On the other hand, equally crazy Kansan Sam Brownback has finally seen the writing on the wall, and bailed out of the GOP presidential race. He'd shrewdly run on the notion that the nation needed to swing further to the Right...I guess assuming that the Bush administration, with its crazy Liberal leanings, was out of touch with the public. The notion that Brownback could withstand the public scrutiny that would have come with a successful campaign always made me chuckle. This guy has a lot of really weird baggage in his closet (you should hear him explain why he washed the feet of his staffers when they left his employ, or how abortion is a bad thing because it removes future contributors to Social Security), and it would have been fun to see it dragged out. Perhaps he himself would have been dragged out of the closet, as well. Luckily, no one ever noticed he was running in the first place.
You can play that game on all kinds of levels, right? I mean--maybe you saw a girl in a mall when you were sixteen, and she just drilled you right between the eyes, kicking your heart down into your stomach, if only for an instant. And fifteen, twenty years later, that memory comes to you at the oddest moments. And even though you never looked back or said a word to her, you wonder what would have happened if you had.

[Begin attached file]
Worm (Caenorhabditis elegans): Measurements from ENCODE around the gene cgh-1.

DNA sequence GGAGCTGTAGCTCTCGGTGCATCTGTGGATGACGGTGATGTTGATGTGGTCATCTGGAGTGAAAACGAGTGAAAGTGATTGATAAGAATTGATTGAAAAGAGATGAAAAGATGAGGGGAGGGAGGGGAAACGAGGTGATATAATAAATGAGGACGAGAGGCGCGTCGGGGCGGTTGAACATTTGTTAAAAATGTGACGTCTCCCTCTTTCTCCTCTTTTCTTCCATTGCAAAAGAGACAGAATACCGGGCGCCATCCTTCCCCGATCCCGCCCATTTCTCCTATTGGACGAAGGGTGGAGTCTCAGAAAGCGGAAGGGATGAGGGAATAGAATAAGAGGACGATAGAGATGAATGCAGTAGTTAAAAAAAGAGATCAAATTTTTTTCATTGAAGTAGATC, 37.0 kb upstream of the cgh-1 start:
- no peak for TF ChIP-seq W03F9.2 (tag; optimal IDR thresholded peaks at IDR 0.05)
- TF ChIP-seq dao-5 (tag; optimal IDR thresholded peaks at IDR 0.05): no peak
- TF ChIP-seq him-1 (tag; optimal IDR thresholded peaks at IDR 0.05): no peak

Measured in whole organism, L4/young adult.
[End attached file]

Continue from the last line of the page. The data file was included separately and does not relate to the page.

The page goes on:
Or maybe later in life you rediscovered somoene you missed the first time around. And in some weird way your head convinces your heart that time will one day double back and give you a chance to do it right this time. To go back. To be taken back. To go back and do it right this time. Pay more attention to what you missed the first time around, and rectify things.
Or maybe you've wronged the right one too many times to count, and a part of you recognizes when it all started to go south, and another part of you thinks it can all be reset to zero, and you'll get a second chance.
I dunno. But this one gets to me:
Monday, October 15, 2007
SUPERMAN CONFIDENTIAL #11